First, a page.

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Why Uncertainty Matters - Discounting under Intertemporal Risk Aversion and Ambiguity

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  • Christian Traeger

Abstract

Uncertainty has an almost negligible impact on project value in the economic standard model. I show that a comprehensive evaluation of uncertainty and uncertainty attitude changes this picture fundamentally. The analysis relies on the discount rate, which is the crucial determinant in balancing immediate costs against future benefits and the single most important determinant of optimal mitigation policies in the integrated assessment of climate change. The paper examines two shortcomings in the recent debate and the current models addressing climate change assessment. First, removing an implicit assumption of (intertemporal) risk neutrality reduces the growth effect in social discounting and significantly amplifies the importance of risk and correlation. Second, debate and models largely overlook the difference in attitude with respect to risk and with respect to non-risk uncertainty. The paper derives the resulting changes of the risk-free and the stochastic social discount rate and points out the importance of even thin tailed uncertainty for climate change evaluation. It discusses combinations of uncertainty and correlation that reduce the social discount rate to pure preference. In a theoretical contribution, the paper extends the smooth ambiguity model by providing a threefold disentanglement between, risk aversion, ambiguity aversion, and the propensity to smooth consumption over time.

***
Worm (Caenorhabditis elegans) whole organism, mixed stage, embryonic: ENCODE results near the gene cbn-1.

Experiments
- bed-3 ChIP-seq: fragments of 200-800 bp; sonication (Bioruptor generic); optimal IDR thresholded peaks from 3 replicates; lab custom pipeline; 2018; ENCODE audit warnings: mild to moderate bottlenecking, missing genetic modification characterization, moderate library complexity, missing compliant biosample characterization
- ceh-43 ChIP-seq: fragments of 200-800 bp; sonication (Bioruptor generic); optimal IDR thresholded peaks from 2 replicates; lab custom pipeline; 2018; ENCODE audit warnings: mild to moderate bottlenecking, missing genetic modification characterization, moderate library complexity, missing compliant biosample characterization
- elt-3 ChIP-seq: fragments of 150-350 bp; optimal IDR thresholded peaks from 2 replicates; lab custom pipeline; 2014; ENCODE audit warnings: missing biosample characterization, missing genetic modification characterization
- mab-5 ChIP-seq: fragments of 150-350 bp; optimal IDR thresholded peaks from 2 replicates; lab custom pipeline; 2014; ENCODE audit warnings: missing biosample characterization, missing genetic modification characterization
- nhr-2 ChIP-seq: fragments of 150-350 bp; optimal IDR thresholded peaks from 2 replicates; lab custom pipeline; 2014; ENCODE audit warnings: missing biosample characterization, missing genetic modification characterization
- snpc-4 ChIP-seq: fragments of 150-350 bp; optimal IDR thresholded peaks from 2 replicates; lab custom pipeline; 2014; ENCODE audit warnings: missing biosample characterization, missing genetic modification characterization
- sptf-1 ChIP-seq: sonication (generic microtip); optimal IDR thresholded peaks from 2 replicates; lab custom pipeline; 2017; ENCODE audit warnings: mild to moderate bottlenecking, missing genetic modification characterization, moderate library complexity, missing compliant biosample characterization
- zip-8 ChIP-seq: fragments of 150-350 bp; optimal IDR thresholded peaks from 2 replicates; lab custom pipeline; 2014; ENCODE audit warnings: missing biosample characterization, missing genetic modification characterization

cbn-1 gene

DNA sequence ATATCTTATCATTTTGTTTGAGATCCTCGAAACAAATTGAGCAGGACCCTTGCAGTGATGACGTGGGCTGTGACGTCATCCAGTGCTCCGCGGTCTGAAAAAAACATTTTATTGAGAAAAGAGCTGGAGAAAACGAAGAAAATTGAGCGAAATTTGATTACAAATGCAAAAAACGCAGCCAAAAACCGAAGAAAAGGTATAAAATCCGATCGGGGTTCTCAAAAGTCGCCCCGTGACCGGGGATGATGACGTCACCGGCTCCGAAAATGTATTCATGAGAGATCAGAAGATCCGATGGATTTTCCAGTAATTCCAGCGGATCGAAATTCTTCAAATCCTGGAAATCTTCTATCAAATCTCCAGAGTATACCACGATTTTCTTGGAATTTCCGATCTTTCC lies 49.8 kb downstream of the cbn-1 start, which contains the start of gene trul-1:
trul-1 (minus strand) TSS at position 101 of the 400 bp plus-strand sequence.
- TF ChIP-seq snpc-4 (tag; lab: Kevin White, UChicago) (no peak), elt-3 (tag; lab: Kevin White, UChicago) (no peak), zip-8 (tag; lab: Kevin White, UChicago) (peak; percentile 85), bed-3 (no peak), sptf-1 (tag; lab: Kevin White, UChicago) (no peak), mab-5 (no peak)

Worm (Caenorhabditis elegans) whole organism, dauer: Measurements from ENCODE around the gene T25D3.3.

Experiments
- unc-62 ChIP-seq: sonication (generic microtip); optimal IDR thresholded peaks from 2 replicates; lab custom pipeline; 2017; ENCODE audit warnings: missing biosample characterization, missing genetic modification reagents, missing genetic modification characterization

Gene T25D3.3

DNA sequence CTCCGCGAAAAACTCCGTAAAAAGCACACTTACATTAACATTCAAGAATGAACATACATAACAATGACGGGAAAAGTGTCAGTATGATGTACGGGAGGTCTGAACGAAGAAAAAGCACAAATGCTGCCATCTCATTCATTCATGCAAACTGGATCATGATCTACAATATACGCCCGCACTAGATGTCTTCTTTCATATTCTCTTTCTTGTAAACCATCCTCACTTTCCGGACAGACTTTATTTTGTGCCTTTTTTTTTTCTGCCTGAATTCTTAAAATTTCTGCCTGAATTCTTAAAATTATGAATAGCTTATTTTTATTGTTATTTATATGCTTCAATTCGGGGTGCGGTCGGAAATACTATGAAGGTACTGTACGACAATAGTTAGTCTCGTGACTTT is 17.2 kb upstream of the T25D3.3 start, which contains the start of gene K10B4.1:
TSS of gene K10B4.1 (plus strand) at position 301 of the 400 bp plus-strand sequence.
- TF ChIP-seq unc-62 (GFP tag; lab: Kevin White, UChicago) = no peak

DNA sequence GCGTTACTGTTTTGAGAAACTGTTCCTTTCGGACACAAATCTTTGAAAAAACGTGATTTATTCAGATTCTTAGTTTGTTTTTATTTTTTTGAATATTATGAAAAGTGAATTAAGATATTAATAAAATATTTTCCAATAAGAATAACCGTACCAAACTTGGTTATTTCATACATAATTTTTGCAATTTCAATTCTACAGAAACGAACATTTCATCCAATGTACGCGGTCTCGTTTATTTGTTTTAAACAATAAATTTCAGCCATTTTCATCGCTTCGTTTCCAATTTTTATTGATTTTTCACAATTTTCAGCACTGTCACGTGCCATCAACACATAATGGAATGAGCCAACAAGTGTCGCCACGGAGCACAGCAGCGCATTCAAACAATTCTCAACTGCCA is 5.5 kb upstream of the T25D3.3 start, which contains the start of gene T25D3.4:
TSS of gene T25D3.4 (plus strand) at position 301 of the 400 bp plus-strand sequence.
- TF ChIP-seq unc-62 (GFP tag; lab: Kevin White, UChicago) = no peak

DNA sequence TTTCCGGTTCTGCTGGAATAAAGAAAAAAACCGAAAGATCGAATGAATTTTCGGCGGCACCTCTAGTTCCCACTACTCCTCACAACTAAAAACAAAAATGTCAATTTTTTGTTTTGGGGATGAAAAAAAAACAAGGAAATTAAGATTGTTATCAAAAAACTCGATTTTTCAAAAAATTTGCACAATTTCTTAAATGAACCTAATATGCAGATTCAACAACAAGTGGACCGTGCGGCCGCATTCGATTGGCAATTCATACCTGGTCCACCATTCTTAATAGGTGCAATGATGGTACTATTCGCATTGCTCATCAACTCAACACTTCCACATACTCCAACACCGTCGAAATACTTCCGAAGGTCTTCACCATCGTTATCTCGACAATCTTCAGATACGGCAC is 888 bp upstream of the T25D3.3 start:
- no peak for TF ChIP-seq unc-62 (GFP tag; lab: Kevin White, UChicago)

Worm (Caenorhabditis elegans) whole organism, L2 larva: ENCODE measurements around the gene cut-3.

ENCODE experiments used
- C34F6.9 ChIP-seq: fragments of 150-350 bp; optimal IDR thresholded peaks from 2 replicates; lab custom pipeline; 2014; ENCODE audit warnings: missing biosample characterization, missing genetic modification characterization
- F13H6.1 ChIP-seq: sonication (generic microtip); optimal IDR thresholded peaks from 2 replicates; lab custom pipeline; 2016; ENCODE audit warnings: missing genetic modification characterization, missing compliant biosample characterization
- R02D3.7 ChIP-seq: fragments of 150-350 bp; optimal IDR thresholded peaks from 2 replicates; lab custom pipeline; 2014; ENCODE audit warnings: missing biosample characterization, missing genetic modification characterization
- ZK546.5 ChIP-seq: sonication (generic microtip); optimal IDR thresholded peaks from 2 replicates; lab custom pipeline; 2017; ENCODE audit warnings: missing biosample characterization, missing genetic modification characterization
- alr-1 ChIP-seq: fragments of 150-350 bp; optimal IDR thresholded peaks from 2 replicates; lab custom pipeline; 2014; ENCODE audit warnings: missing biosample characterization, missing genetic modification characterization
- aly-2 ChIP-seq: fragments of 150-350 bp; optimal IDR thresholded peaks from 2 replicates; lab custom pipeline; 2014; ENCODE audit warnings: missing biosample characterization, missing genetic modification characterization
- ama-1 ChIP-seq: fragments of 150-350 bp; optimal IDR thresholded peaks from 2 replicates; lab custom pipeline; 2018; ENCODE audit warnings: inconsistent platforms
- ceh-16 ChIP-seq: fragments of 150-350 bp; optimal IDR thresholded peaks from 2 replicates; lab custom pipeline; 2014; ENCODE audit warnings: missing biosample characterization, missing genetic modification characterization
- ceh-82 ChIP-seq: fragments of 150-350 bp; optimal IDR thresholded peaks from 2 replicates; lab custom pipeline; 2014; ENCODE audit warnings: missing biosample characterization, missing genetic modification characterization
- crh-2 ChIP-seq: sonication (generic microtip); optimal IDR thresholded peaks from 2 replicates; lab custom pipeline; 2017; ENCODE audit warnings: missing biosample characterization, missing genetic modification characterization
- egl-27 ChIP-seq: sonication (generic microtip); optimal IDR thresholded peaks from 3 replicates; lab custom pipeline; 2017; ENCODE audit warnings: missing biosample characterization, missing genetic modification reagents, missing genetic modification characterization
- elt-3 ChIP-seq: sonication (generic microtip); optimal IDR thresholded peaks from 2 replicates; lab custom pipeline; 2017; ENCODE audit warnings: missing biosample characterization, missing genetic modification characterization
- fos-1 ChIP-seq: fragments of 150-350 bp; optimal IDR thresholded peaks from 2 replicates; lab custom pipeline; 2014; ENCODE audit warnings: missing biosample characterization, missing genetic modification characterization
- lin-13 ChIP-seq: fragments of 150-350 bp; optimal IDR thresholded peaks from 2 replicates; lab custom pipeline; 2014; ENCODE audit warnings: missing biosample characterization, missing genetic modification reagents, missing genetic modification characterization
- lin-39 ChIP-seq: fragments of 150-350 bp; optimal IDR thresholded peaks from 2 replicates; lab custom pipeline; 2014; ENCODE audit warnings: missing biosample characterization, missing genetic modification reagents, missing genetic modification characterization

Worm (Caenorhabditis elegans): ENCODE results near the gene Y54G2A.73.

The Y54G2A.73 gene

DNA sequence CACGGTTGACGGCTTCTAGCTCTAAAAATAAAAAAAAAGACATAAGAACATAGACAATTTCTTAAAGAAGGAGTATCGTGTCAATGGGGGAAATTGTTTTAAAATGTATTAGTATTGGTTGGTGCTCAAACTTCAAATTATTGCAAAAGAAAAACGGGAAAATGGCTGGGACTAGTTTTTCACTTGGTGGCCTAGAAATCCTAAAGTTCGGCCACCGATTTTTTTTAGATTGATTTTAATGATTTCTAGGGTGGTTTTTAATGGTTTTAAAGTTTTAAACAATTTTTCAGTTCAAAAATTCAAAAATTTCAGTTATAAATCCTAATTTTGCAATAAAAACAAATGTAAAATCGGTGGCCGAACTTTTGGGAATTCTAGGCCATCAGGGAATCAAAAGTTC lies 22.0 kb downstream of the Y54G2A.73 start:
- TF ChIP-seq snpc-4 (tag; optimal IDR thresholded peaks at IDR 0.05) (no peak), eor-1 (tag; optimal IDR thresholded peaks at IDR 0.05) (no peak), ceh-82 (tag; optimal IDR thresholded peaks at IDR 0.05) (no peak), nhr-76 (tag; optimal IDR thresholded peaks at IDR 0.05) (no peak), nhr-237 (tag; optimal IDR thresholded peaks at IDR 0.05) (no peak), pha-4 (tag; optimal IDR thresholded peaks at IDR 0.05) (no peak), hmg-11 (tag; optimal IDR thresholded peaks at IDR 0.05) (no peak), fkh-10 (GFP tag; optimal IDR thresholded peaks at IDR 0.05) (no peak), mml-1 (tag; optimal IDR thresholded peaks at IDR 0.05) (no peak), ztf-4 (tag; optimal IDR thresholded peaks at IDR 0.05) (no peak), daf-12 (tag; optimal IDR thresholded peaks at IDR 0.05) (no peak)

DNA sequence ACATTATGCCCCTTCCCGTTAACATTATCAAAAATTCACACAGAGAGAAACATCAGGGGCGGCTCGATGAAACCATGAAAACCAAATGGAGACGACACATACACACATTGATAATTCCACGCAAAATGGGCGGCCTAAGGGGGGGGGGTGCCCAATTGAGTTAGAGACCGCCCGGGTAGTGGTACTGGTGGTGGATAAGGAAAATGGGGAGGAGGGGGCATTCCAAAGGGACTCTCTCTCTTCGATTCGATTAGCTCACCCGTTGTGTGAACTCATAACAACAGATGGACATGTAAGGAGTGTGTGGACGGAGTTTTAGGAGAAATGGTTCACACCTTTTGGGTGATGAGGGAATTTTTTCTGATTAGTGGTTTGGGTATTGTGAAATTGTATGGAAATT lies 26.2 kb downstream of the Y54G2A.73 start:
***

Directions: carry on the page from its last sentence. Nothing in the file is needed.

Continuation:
Suggested Citation

  • Christian Traeger, 2012. "Why Uncertainty Matters - Discounting under Intertemporal Risk Aversion and Ambiguity," CESifo Working Paper Series 3727, CESifo.
  • Handle: RePEc:ces:ceswps:_3727
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    References listed on IDEAS

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    1. Gierlinger, Johannes & Gollier, Christian, 2008. "Socially Efficient Discounting under Ambiguity Aversion," IDEI Working Papers 561, Institut d'Économie Industrielle (IDEI), Toulouse.
    2. Peter Klibanoff & Massimo Marinacci & Sujoy Mukerji, 2005. "A Smooth Model of Decision Making under Ambiguity," Econometrica, Econometric Society, vol. 73(6), pages 1849-1892, November.
    3. Pindyck, Robert S., 2012. "Uncertain outcomes and climate change policy," Journal of Environmental Economics and Management, Elsevier, vol. 63(3), pages 289-303.
    4. Campbell, John Y, 1996. "Understanding Risk and Return," Journal of Political Economy, University of Chicago Press, vol. 104(2), pages 298-345, April.
    5. Klibanoff, Peter & Marinacci, Massimo & Mukerji, Sujoy, 2009. "Recursive smooth ambiguity preferences," Journal of Economic Theory, Elsevier, vol. 144(3), pages 930-976, May.
    6. Nengjiu Ju & Jianjun Miao, 2012. "Ambiguity, Learning, and Asset Returns," Econometrica, Econometric Society, vol. 80(2), pages 559-591, March.
    7. Michel Normandin & Pascal St-Amour, 1998. "Substitution, risk aversion, taste shocks and equity premia," Journal of Applied Econometrics, John Wiley & Sons, Ltd., vol. 13(3), pages 265-281.
    8. Plambeck, Erica L. & Hope, Chris & Anderson, John, 1997. "The model: Integrating the science and economics of global warming," Energy Economics, Elsevier, vol. 19(1), pages 77-101, March.
    9. Millner, Antony, 2013. "On welfare frameworks and catastrophic climate risks," Journal of Environmental Economics and Management, Elsevier, vol. 65(2), pages 310-325.